Word Study #188 — Debt, and Debtors

May 30, 2013

Here is another subject, much celebrated in song and sermon, that has absolutely no basis in any New Testament writings. Neither Jesus, nor any of his disciples, nor the apostles who took up his cause after the Resurrection, ever made any reference to his life or his death as accomplishing the “payment” of any sort of “debt”. We have seen, in the study of the cross (#34), the extensive and wonderful list of its achievements – but none of these include any reference to “debt.” All the “paid my debt and set me free” rhetoric is totally without New Testament precedent. Jesus’ single statement of giving his life as a “ransom”, noted in Mt.20:28 and Mk.10:45, and quoted in I Tim.2:6, is treated in the study of “redemption” (#61). It was a release from slavery or captivity. No “debt” is ever mentioned.
Debt is a legal and financial concept, and has nothing to do with “naughty” behavior. The penalty for failure to pay a debt could be prison (Lk.12:51) or slavery (Mt.18:25-34), but was never execution.
Nevertheless, there are important teachings regarding debt in both the gospels and the epistles, and these are usually overlooked, in favor of the more dramatic, made-up proclamation of payment that we hear more often.

We are here concerned with a single “family” of words: the verb opheilo, (L/S: financial debt, duty, or obligation), and the nouns opheiletes (debtor), opheile, and opheilema (indebtedness, or that which is owed). There does not appear to be any obvious lexical distinction between legal liability (as for tax) and less formal financing. Neither is there any lexical distinction between finance and other sorts of obligations or duties. These must be discerned from the context. Bauer suggests that the implied connection to “sin” (see #7) is of Aramaic, rabbinical origin, where it may have developed as a corollary to the acquisition of obligation by oath, as in Mt.23:16, the “picky details” of which Jesus rejected as utterly irrelevant. The incident recorded in Lk.7:41 is an illustration, not an equation.

Already under the old covenant (LXX), there had been careful instructions for the protection of a poor borrower. Dt.24:12 stipulates that he may not be abused nor intruded upon, and if he pledges a garment as collateral, it must be returned to him at nightfall. Dt.15:2 places a seven-year limit, after which a debt must be forgiven, and the exacting of interest is prohibited in Ex.22:25.
Most manuscripts refer to forgiveness of indebtedness in the Lord’s prayer (Mt.6 and Lk.11), although some substitute hamartia or paraptoma. Even when Peter specifically inquired about dealing with an offending brother (using hamartia), Jesus’ reply changes the focus of the conversation with a parable about debt (Mt.18:21). He did the same thing with Simon the Pharisee, when he criticized a “sinful woman” (Lk.7:39-43), and made a strong point in another parable that generosity received needs to be “passed on” by the recipient (Mt.18:23-35). Paul must have understood this message, and observed it in his very practical offer to Philemon on Onesimus’ behalf (Phm.18).

The epistles, however, seem primarily to turn from the sense of financial debt to that of obligation. There is no hint of having had all of one’s responsibilities “forgiven” or “taken away”! And these are represented by exactly the same vocabulary.
Paul speaks of himself as “indebted” to both Jew and Gentile in Rom.1:14, and clearly connects it to his preaching of the gospel message.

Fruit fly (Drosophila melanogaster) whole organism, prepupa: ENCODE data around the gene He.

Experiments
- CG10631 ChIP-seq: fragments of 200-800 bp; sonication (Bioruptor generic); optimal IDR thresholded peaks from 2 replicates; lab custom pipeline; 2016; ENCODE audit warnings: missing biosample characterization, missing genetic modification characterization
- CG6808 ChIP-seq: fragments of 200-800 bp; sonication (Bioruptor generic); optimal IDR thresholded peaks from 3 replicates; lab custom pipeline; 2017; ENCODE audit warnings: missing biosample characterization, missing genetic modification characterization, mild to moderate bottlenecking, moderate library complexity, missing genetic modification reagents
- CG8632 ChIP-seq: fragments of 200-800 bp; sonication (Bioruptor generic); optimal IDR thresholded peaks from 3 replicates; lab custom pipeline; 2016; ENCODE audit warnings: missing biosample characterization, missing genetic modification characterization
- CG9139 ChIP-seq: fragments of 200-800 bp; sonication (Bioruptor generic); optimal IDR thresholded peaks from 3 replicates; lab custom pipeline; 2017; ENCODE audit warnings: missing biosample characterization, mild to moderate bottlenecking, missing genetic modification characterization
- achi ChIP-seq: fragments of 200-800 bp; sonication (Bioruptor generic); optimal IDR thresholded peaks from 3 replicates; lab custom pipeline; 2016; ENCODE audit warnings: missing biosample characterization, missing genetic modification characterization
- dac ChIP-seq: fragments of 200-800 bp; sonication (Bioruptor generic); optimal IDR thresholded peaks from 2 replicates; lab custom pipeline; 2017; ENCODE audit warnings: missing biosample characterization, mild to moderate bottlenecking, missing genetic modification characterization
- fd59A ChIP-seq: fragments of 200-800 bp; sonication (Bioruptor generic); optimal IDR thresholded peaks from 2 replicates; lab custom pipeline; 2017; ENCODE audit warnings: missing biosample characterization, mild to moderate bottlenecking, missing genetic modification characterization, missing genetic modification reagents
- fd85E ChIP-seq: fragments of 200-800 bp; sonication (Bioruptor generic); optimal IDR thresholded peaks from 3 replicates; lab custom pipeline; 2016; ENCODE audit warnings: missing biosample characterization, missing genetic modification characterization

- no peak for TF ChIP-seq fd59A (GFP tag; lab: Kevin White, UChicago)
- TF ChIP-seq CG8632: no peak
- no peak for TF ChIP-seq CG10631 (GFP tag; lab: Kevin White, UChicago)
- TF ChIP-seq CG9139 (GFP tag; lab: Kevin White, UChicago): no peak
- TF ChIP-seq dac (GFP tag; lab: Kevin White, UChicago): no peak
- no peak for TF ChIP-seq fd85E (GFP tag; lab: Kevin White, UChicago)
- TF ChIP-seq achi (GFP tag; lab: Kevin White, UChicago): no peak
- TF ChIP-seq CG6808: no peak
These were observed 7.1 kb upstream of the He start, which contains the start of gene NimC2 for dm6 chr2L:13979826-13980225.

In Rom.8:12, he uses the same word to “declare independence” from slavery to the disciple’s former self-focused way of life,
and in Rom.15:27 of the obligation of brethren to provide for the practical needs of their poor compatriots in Jerusalem.
In his Corinthian letter, (I Cor.7:3,36) he applies the same word to marital responsibilities,
in Rom.13:7 to the payment of taxes, and
in Gal.5:3, as a warning that if one clings to any part of the Law, he incurs obligation to the whole thing.
Far better to heed his advice in Rom.13:8, to owe no one anything but brotherly love, which “fulfills the Law” by doing no wrong (v.10) to anyone. Laws are about prohibitions. Kingdom living is positive, not negative.

The most frequent New Testament translation of opheilo is “ought” (15x) – not phrased as the commandments of a new or revised Law, but simply identifying some of the characteristics of a changed life. It is to be expected that:
Jn.13:14 – disciples will offer one another the service of washing feet (see ch.11 of Citizens)
Ac.17:29 – they will not attribute human characteristics or failings to God
Rom.15:1 – they will bear the infirmities of the weak
I Cor.11:7,10 – they will observe the right and duty of participation for all, symbolized by the use of head coverings (Citizens, ch.13)
II Cor.12:11 – parents will care and provide for children
Eph.5:28 – husbands will love and care for their wives, as Christ does for the church
Heb.5:12 – They will “grow up”, and be teachers of others
I Jn.2:6 – they will “walk” [live] as Jesus did
I Jn.3:16 – they will lay down their lives for one another
III Jn.8 – they will welcome itinerant brethren.
This is not law: it is simply the culture of the Kingdom.

The primary principle to be derived from this survey is quite simple: ITS NOT ABOUT KEEPING SCORE!!! That was the obsession of people who were in bondage to the minutiae of the Law.
Faithful disciples of Jesus rather take their cues from the servant described in his parable recorded in Lk.17:7-10. The most meticulous obedience is “only what we ought to have done”.

“The one who keeps saying he’s living in relationship with him ought (opheile) to walk [live, behave] as he did!” (I Jn.2:6) – not as a “debtor”, under the threat of prison or slavery, but in gratitude for being included in the Kingdom – in the very family of the King!

Advertisements

Word Study #187 — Pentecost

May 21, 2013